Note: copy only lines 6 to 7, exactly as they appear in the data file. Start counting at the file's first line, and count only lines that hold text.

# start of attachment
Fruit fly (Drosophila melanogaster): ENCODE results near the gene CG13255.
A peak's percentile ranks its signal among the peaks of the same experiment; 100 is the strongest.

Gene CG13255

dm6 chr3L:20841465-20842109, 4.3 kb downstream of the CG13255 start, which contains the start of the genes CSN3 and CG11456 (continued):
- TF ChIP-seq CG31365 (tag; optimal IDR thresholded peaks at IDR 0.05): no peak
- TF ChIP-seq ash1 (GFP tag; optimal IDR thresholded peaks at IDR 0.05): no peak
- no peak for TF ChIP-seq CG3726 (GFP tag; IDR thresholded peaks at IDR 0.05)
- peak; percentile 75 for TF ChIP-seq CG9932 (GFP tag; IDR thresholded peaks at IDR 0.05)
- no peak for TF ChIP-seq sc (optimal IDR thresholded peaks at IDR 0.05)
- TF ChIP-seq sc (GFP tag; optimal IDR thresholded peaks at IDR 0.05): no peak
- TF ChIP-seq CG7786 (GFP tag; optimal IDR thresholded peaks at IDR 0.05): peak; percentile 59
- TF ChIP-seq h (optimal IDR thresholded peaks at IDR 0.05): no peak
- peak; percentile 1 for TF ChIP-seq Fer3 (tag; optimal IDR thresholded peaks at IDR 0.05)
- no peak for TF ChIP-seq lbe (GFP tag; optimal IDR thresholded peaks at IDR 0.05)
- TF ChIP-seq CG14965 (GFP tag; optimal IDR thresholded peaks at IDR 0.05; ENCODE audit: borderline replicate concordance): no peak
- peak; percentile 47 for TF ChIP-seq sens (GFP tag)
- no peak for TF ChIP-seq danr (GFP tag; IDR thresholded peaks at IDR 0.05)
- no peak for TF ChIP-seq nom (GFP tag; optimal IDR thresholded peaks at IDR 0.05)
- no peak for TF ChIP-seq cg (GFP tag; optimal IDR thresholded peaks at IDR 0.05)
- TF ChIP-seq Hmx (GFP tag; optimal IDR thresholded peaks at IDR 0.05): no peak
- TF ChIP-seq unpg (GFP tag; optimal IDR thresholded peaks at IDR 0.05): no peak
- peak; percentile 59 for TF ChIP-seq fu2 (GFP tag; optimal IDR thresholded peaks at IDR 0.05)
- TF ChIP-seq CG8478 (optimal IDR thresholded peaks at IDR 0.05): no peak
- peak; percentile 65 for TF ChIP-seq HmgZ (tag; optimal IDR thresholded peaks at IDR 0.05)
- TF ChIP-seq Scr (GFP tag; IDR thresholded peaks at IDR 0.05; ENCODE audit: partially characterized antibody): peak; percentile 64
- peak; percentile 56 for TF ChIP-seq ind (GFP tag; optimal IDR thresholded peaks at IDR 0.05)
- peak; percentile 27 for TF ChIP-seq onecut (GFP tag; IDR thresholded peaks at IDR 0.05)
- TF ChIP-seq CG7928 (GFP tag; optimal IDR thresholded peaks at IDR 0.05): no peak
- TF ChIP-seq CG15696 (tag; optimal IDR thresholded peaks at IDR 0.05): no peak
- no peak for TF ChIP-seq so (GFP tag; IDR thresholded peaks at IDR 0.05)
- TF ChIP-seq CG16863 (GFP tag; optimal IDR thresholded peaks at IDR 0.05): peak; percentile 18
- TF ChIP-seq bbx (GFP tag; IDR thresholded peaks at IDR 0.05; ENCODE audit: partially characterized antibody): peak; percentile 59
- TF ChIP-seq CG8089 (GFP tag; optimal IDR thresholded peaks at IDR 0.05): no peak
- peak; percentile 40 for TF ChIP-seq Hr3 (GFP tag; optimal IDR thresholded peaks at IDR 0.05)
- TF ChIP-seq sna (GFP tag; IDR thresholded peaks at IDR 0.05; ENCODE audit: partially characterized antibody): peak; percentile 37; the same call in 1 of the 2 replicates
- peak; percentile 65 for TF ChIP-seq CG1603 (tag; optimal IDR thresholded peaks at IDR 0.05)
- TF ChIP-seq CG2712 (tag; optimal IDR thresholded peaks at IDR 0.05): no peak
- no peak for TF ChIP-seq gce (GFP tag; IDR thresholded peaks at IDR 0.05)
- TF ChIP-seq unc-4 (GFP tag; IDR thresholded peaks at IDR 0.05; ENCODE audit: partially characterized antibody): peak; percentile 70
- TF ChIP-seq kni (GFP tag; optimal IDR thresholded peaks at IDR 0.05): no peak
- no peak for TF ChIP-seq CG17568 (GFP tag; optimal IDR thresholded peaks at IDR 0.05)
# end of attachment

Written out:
- TF ChIP-seq ash1 (GFP tag; optimal IDR thresholded peaks at IDR 0.05): no peak
- no peak for TF ChIP-seq CG3726 (GFP tag; IDR thresholded peaks at IDR 0.05)